The Bay Area housing market got off to a strong start to the all-important spring selling season as the majority of homes sold in San Francisco in March went for over $1 million. The primary reason behind rising prices is a declining inventory of homes for sale, as there are fewer homes listed for sale than in last March, and that trend has been affecting markets nationwide. According to a report issued Wednesday by the National Association of Realtors, sales of previously lived-in homes rose 6.1 percent in March to a seasonally adjusted annual pace of 5.19 million. Those numbers were particularly promising considering home sales started slowly this year due to harsher winter weather, alleviating concerns that the housing sector was in decline.
About the only negative factor in the housing market currently is the issue of supply. According to recent reports, the market is currently holding about 4.6 months of supply, at March’s sales pace. Economists generally consider a supply of about 6 months as indicative of a healthy US housing market. Diminished supply has a negative impact on affordability, which prevents a lot of first-time buyers, considered a vital part of a healthy housing sector, from even considering buying. Tight supply drives prices higher and effectively cuts out many lower-end buyers that are unable to afford to buy. On a year-over-year basis, home values have risen 7.8 percent to a national median of $212,000, according to the NAR report.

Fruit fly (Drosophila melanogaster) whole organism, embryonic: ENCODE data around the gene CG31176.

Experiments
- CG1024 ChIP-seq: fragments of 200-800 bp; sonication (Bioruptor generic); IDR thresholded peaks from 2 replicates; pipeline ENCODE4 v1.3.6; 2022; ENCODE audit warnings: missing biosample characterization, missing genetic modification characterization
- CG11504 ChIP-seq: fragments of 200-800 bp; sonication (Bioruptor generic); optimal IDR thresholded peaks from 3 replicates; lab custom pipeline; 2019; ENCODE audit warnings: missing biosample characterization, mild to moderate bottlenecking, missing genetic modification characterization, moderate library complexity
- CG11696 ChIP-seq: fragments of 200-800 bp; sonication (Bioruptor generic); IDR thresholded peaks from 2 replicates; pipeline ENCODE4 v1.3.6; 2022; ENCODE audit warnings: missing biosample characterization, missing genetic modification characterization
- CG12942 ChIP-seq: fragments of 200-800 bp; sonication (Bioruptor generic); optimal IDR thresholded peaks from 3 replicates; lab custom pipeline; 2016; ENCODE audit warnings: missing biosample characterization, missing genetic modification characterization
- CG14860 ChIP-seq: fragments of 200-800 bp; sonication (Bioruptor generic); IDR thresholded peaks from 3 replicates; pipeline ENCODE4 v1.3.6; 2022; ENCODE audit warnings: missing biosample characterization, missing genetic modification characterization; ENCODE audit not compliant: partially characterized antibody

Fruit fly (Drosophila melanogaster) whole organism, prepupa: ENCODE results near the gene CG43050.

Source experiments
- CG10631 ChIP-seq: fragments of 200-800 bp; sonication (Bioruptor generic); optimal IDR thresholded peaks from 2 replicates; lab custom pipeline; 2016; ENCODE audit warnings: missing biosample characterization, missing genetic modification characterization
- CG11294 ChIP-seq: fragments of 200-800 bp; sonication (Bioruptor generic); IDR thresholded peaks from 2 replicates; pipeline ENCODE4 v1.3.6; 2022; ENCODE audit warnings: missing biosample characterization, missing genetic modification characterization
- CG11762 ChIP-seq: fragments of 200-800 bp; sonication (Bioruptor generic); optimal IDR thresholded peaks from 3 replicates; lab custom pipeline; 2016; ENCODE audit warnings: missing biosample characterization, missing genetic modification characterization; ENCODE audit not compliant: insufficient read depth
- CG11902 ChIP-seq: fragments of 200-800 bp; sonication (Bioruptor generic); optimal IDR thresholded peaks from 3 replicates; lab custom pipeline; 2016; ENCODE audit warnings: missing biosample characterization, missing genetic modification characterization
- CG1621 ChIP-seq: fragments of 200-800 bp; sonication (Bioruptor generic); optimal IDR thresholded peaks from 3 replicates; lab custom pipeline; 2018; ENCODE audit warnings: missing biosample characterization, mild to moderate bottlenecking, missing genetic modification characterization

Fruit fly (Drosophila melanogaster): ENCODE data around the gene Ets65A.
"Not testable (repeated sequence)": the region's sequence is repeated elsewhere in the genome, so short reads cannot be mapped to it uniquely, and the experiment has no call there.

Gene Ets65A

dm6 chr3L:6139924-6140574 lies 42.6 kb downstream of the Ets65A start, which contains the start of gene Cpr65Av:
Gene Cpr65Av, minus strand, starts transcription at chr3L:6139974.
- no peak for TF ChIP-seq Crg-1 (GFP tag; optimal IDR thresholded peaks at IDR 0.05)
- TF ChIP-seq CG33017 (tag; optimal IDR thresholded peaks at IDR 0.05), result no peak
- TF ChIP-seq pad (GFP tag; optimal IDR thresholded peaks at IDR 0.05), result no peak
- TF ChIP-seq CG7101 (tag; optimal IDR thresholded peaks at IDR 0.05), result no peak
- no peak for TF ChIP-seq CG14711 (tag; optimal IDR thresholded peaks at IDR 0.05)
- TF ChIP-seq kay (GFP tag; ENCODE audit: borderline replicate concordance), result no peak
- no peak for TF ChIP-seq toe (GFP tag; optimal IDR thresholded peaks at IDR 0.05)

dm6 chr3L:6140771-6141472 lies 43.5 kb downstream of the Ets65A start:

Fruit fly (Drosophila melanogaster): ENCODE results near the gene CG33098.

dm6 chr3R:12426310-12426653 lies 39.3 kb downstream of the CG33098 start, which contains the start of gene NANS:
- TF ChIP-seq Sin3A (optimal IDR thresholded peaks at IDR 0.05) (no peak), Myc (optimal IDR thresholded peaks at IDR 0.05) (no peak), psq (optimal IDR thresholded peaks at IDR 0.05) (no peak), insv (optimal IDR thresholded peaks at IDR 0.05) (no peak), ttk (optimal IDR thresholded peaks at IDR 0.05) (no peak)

While huge strides have certainly been made, the US housing sector is still striving to recover from the 2008 crash that brought on the worst economic downturn in the US since the Great Depression. A number of factors have impeded this recovery, including the uneven pace at which different parts of the economy improve. Rising home values are surpassing wage gains, which diminishes the pool of potential home buyers by making even the least expensive homes out of reach for lower income buyers. Prices continue to rise, meanwhile, because many possible sellers are underwater, meaning they owe the bank more than their home is worth. This trend limits active listings which pushes prices higher.
Despite the challenges still faced by the housing market, the NAR’s March report offers promise. The report marks the first time this year that the sales pace topped 5 million, and gives hope that the market can reach the so-called healthy level of 5.5 million sales this year. But even if sales slow slightly through the rest of the year, most economists fully expect sales to increase from last year’s paltry total of 4.94 million. Home sales surged in March in all four regions of the nation, led by the Midwest and Northeast, where sales were most significantly impacted by weather in the winter months. Last month also saw an increase in first-time buyers, which accounted for 30 percent of all sales last month, up from 29 percent in February.